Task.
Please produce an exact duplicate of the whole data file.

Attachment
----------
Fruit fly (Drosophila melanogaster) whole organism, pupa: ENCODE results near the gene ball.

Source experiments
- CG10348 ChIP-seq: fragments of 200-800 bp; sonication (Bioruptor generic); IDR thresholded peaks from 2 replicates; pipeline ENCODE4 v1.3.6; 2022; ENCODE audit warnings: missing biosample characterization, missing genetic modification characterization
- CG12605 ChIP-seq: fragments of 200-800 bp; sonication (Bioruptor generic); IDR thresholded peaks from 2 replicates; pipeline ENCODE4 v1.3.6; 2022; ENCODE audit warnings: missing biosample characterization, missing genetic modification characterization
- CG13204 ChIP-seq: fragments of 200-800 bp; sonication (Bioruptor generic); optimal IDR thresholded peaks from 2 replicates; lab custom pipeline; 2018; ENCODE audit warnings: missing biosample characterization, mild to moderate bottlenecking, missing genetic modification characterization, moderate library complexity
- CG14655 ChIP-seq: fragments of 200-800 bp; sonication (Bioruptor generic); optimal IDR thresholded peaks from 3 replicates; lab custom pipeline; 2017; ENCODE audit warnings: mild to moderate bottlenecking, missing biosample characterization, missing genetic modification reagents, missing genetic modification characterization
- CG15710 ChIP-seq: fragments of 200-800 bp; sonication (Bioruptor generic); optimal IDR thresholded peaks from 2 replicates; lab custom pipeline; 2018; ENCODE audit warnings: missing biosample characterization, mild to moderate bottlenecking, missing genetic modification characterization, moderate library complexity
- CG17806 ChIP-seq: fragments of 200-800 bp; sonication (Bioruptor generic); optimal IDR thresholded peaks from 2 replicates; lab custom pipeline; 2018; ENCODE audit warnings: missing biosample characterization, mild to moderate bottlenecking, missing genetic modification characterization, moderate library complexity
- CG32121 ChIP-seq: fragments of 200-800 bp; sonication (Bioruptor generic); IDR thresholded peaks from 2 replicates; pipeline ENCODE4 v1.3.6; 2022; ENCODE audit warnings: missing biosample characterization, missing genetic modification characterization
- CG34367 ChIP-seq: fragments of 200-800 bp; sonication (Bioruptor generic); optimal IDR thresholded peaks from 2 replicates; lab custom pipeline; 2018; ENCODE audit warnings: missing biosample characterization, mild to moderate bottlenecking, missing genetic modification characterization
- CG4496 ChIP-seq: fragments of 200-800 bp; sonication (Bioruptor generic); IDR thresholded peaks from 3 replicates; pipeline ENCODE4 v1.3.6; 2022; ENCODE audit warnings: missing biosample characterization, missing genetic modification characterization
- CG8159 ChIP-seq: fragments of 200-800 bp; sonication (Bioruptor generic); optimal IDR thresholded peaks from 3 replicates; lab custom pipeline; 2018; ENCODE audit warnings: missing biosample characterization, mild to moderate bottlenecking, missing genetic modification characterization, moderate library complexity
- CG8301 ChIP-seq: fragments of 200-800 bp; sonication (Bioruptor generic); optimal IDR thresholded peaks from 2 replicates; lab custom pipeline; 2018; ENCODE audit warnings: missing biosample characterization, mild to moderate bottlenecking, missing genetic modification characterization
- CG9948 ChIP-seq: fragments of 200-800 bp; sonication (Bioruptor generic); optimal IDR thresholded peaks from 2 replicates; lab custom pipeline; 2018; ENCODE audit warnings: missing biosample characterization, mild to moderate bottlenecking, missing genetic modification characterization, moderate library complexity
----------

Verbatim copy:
Fruit fly (Drosophila melanogaster) whole organism, pupa: ENCODE results near the gene ball.

Source experiments
- CG10348 ChIP-seq: fragments of 200-800 bp; sonication (Bioruptor generic); IDR thresholded peaks from 2 replicates; pipeline ENCODE4 v1.3.6; 2022; ENCODE audit warnings: missing biosample characterization, missing genetic modification characterization
- CG12605 ChIP-seq: fragments of 200-800 bp; sonication (Bioruptor generic); IDR thresholded peaks from 2 replicates; pipeline ENCODE4 v1.3.6; 2022; ENCODE audit warnings: missing biosample characterization, missing genetic modification characterization
- CG13204 ChIP-seq: fragments of 200-800 bp; sonication (Bioruptor generic); optimal IDR thresholded peaks from 2 replicates; lab custom pipeline; 2018; ENCODE audit warnings: missing biosample characterization, mild to moderate bottlenecking, missing genetic modification characterization, moderate library complexity
- CG14655 ChIP-seq: fragments of 200-800 bp; sonication (Bioruptor generic); optimal IDR thresholded peaks from 3 replicates; lab custom pipeline; 2017; ENCODE audit warnings: mild to moderate bottlenecking, missing biosample characterization, missing genetic modification reagents, missing genetic modification characterization
- CG15710 ChIP-seq: fragments of 200-800 bp; sonication (Bioruptor generic); optimal IDR thresholded peaks from 2 replicates; lab custom pipeline; 2018; ENCODE audit warnings: missing biosample characterization, mild to moderate bottlenecking, missing genetic modification characterization, moderate library complexity
- CG17806 ChIP-seq: fragments of 200-800 bp; sonication (Bioruptor generic); optimal IDR thresholded peaks from 2 replicates; lab custom pipeline; 2018; ENCODE audit warnings: missing biosample characterization, mild to moderate bottlenecking, missing genetic modification characterization, moderate library complexity
- CG32121 ChIP-seq: fragments of 200-800 bp; sonication (Bioruptor generic); IDR thresholded peaks from 2 replicates; pipeline ENCODE4 v1.3.6; 2022; ENCODE audit warnings: missing biosample characterization, missing genetic modification characterization
- CG34367 ChIP-seq: fragments of 200-800 bp; sonication (Bioruptor generic); optimal IDR thresholded peaks from 2 replicates; lab custom pipeline; 2018; ENCODE audit warnings: missing biosample characterization, mild to moderate bottlenecking, missing genetic modification characterization
- CG4496 ChIP-seq: fragments of 200-800 bp; sonication (Bioruptor generic); IDR thresholded peaks from 3 replicates; pipeline ENCODE4 v1.3.6; 2022; ENCODE audit warnings: missing biosample characterization, missing genetic modification characterization
- CG8159 ChIP-seq: fragments of 200-800 bp; sonication (Bioruptor generic); optimal IDR thresholded peaks from 3 replicates; lab custom pipeline; 2018; ENCODE audit warnings: missing biosample characterization, mild to moderate bottlenecking, missing genetic modification characterization, moderate library complexity
- CG8301 ChIP-seq: fragments of 200-800 bp; sonication (Bioruptor generic); optimal IDR thresholded peaks from 2 replicates; lab custom pipeline; 2018; ENCODE audit warnings: missing biosample characterization, mild to moderate bottlenecking, missing genetic modification characterization
- CG9948 ChIP-seq: fragments of 200-800 bp; sonication (Bioruptor generic); optimal IDR thresholded peaks from 2 replicates; lab custom pipeline; 2018; ENCODE audit warnings: missing biosample characterization, mild to moderate bottlenecking, missing genetic modification characterization, moderate library complexity